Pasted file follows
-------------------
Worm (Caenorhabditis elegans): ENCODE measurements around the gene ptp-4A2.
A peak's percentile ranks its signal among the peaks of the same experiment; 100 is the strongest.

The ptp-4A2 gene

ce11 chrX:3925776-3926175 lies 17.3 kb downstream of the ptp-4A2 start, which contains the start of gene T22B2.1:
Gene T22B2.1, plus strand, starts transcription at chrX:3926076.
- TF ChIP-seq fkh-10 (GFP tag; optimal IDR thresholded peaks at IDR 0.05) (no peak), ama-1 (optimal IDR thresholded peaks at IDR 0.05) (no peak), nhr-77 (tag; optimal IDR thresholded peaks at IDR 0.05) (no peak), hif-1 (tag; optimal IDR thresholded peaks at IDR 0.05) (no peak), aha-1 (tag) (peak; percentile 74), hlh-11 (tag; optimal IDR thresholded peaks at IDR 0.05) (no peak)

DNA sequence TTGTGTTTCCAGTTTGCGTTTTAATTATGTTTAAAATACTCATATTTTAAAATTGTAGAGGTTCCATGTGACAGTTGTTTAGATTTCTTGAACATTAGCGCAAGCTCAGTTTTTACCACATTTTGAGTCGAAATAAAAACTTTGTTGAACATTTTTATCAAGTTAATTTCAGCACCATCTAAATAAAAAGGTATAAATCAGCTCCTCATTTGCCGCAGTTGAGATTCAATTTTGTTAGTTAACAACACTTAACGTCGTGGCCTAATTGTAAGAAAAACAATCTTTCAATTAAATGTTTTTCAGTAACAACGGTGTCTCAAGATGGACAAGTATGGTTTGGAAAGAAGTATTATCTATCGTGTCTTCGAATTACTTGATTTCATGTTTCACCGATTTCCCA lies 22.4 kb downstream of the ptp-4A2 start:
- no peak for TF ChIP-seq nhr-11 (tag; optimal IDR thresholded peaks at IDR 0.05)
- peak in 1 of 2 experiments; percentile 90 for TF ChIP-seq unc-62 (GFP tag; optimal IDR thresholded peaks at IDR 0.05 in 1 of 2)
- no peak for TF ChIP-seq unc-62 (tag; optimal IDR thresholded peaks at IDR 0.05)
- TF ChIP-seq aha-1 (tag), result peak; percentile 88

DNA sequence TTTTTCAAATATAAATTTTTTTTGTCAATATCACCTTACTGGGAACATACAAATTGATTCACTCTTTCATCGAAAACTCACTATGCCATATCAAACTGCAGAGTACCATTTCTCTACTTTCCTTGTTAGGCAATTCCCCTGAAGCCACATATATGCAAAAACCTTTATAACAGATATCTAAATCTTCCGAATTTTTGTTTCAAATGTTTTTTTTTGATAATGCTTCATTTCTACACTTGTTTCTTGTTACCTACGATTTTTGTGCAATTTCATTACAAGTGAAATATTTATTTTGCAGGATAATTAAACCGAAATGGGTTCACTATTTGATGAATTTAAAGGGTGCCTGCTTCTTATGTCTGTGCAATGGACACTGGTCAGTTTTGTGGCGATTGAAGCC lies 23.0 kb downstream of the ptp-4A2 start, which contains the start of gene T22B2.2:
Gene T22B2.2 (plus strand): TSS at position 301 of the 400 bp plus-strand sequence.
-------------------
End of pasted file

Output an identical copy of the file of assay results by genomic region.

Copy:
Worm (Caenorhabditis elegans): ENCODE measurements around the gene ptp-4A2.
A peak's percentile ranks its signal among the peaks of the same experiment; 100 is the strongest.

The ptp-4A2 gene

ce11 chrX:3925776-3926175 lies 17.3 kb downstream of the ptp-4A2 start, which contains the start of gene T22B2.1:
Gene T22B2.1, plus strand, starts transcription at chrX:3926076.
- TF ChIP-seq fkh-10 (GFP tag; optimal IDR thresholded peaks at IDR 0.05) (no peak), ama-1 (optimal IDR thresholded peaks at IDR 0.05) (no peak), nhr-77 (tag; optimal IDR thresholded peaks at IDR 0.05) (no peak), hif-1 (tag; optimal IDR thresholded peaks at IDR 0.05) (no peak), aha-1 (tag) (peak; percentile 74), hlh-11 (tag; optimal IDR thresholded peaks at IDR 0.05) (no peak)

DNA sequence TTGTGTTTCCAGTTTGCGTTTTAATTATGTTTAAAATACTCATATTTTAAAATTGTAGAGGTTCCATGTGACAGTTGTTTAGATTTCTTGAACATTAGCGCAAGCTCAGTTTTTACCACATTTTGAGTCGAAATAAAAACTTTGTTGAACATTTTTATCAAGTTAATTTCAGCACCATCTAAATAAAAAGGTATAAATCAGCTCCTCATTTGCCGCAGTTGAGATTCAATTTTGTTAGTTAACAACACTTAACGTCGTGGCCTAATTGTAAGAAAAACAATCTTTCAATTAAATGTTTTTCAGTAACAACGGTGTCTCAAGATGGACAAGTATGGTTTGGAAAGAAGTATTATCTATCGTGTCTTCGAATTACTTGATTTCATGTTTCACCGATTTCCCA lies 22.4 kb downstream of the ptp-4A2 start:
- no peak for TF ChIP-seq nhr-11 (tag; optimal IDR thresholded peaks at IDR 0.05)
- peak in 1 of 2 experiments; percentile 90 for TF ChIP-seq unc-62 (GFP tag; optimal IDR thresholded peaks at IDR 0.05 in 1 of 2)
- no peak for TF ChIP-seq unc-62 (tag; optimal IDR thresholded peaks at IDR 0.05)
- TF ChIP-seq aha-1 (tag), result peak; percentile 88

DNA sequence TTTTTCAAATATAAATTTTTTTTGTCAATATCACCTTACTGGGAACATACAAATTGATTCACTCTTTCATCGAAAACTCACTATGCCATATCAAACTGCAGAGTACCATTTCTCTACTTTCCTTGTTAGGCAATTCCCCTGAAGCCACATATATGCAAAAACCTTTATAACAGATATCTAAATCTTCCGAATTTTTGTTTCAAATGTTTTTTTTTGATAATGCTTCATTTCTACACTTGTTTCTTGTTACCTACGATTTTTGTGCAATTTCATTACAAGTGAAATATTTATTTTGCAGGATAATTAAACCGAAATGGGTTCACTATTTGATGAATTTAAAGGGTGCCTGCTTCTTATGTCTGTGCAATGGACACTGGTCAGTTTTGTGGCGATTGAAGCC lies 23.0 kb downstream of the ptp-4A2 start, which contains the start of gene T22B2.2:
Gene T22B2.2 (plus strand): TSS at position 301 of the 400 bp plus-strand sequence.